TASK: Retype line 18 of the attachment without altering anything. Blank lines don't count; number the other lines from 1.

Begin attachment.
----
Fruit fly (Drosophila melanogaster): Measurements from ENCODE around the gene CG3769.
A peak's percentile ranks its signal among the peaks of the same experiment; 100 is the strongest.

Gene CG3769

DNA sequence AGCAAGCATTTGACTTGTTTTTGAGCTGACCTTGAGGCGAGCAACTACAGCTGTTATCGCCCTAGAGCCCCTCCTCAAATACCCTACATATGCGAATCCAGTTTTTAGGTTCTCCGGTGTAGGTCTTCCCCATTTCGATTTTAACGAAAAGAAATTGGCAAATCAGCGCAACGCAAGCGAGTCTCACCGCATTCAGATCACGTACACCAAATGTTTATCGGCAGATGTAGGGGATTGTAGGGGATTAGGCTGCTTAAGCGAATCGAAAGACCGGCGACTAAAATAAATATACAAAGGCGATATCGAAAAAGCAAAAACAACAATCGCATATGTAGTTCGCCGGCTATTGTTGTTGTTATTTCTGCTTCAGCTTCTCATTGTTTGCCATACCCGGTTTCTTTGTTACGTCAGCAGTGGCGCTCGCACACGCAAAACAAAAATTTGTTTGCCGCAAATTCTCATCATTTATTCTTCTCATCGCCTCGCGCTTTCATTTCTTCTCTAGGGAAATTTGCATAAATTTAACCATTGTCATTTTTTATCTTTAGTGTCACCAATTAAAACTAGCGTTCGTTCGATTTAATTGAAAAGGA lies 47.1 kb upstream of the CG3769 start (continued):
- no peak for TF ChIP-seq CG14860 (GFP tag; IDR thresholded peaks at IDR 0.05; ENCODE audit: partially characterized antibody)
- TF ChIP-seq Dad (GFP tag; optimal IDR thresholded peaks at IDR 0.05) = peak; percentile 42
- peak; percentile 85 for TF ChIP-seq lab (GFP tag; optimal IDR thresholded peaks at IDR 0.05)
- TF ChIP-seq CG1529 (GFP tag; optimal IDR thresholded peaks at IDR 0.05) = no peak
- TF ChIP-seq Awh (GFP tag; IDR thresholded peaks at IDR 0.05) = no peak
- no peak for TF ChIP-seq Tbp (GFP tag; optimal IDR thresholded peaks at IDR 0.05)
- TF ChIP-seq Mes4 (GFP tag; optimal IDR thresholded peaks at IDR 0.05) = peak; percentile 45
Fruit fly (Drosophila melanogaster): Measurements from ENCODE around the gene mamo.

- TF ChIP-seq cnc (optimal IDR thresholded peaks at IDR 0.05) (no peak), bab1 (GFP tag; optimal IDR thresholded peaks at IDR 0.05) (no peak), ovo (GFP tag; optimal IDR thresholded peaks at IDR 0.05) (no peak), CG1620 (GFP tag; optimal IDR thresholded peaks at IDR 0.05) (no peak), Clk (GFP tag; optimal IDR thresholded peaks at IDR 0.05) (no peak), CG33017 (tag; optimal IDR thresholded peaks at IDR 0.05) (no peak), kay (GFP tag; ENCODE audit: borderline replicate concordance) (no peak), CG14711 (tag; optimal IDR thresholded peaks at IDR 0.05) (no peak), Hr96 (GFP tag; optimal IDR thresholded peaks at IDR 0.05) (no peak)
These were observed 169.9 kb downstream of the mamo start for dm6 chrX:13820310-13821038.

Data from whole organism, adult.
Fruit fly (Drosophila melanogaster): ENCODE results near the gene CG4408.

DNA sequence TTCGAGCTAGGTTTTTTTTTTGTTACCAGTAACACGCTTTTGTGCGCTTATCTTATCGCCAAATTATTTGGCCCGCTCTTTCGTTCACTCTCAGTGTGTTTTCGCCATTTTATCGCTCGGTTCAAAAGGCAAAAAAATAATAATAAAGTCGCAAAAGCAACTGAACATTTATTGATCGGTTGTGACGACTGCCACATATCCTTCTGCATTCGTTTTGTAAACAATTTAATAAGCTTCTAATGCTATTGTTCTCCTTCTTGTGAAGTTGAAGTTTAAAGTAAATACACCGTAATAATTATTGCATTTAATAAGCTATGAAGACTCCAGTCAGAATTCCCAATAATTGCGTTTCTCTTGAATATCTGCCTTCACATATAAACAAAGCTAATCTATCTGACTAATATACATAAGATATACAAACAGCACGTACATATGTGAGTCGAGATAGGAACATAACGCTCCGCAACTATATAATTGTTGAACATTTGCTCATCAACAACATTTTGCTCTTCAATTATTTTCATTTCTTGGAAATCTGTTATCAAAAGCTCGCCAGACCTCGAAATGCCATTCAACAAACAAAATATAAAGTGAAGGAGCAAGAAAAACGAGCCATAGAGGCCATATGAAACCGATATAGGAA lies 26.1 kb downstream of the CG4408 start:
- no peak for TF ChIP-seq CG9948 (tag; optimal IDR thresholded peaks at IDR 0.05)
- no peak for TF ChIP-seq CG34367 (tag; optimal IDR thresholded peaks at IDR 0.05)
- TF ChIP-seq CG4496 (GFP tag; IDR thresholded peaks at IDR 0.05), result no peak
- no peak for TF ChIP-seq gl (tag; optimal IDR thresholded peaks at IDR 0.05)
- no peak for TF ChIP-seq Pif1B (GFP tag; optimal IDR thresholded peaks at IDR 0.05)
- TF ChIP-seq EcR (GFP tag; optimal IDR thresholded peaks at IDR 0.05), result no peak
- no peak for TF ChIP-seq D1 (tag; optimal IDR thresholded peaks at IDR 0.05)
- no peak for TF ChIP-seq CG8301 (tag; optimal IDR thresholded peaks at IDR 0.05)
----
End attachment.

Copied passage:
- no peak for TF ChIP-seq CG9948 (tag; optimal IDR thresholded peaks at IDR 0.05)